5 Myths about Bunion Surgery
- It’s going to hurt requires a general anaesthetic
- It makes you unable to walk afterward
- Post-op recovery takes months
- It won’t work
If you have bunions and are concerned about what to do next, don’t scare yourself by searching online for answers; consult a professional like podiatrist, Sheldon H. Nadal, D.P.M. for advice. With the internet, it’s easy to get sucked into seeking opinions from peers or unregulated “health” websites; but when it comes to your health, you should seek out an expert.
Bunions are deformities, primarily of the big toe joints that can be painful and debilitating. Mostly, bunions are hereditary, but some are a result of another medical condition like arthritis, or a structural deformity elsewhere in the body that has affected the biomechanics of the feet. A hip or back problem, a limb length discrepancy or a knee problem can all potentially cause bunions. And, although squeezing your feet into tight or pointy-toed shoes won’t cause bunions, this can definitely make them worse.
Debunking the Myths
1. If your podiatrist practices minimally invasive surgery, any discomfort will be minimal because the procedure involves micro-incisions made with specially designed instruments. Most patients only need over-the-counter pain relievers for post-operative discomfort.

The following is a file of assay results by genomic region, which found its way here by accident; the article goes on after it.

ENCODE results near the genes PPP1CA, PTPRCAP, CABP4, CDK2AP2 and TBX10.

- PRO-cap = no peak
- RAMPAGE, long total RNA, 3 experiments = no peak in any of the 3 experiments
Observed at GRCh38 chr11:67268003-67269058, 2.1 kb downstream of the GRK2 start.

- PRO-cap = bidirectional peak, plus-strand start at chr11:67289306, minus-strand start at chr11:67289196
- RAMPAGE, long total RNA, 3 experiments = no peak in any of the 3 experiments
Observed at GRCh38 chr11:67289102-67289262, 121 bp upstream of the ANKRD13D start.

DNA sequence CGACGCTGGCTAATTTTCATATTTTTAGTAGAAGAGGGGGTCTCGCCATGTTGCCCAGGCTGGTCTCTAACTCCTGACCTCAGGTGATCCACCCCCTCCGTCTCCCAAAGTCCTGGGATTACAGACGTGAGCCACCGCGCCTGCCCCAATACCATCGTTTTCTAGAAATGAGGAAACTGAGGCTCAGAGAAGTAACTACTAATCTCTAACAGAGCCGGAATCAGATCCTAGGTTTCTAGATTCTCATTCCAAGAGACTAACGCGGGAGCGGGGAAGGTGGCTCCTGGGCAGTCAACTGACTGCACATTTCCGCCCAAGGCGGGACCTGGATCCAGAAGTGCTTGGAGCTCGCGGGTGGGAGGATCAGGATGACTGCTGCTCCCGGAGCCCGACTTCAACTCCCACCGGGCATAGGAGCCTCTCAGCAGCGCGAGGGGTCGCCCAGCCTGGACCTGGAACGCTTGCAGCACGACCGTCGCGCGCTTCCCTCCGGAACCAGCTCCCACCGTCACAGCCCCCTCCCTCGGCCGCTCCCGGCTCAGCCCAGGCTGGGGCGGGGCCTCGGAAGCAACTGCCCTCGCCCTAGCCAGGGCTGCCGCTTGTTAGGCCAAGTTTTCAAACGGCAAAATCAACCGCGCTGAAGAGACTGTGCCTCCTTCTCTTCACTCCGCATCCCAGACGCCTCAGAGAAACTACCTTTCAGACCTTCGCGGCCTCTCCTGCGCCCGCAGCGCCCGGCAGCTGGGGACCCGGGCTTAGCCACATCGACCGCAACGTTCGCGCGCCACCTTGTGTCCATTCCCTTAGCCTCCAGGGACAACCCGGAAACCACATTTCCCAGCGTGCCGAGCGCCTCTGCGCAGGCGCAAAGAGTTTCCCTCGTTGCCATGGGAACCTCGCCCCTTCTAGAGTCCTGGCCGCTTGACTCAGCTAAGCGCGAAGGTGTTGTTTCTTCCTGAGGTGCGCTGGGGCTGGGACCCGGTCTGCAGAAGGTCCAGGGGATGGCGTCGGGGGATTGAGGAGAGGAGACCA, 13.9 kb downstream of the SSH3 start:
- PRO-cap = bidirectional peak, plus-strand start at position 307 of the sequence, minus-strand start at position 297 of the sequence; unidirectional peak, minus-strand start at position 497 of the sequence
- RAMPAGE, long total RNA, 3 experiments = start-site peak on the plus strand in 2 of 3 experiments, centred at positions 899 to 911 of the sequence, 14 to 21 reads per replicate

2. Because only the smallest of incisions are made during minimally invasive surgery, there is less tissue damage, so the procedure can be carried out in the office with only a local anaesthetic to numb the foot.
3. Less pain, swelling, and disability means patients can walk out of the office with just a dressing on the foot and a special sandal to accommodate the post-surgical foot.
4. Recovery is super-quick because of the ability to walk immediately after the surgery. This reduces the potential for complications like blood clots. Casts and crutches are rarely necessary.
5. The severity of the problem and the choice of procedure affect the outcome of any ambulatory foot surgery.
Choose your podiatrist wisely: professionals like Sheldon H. Nadal have been successfully performing minimally invasive surgery for more than 30 years.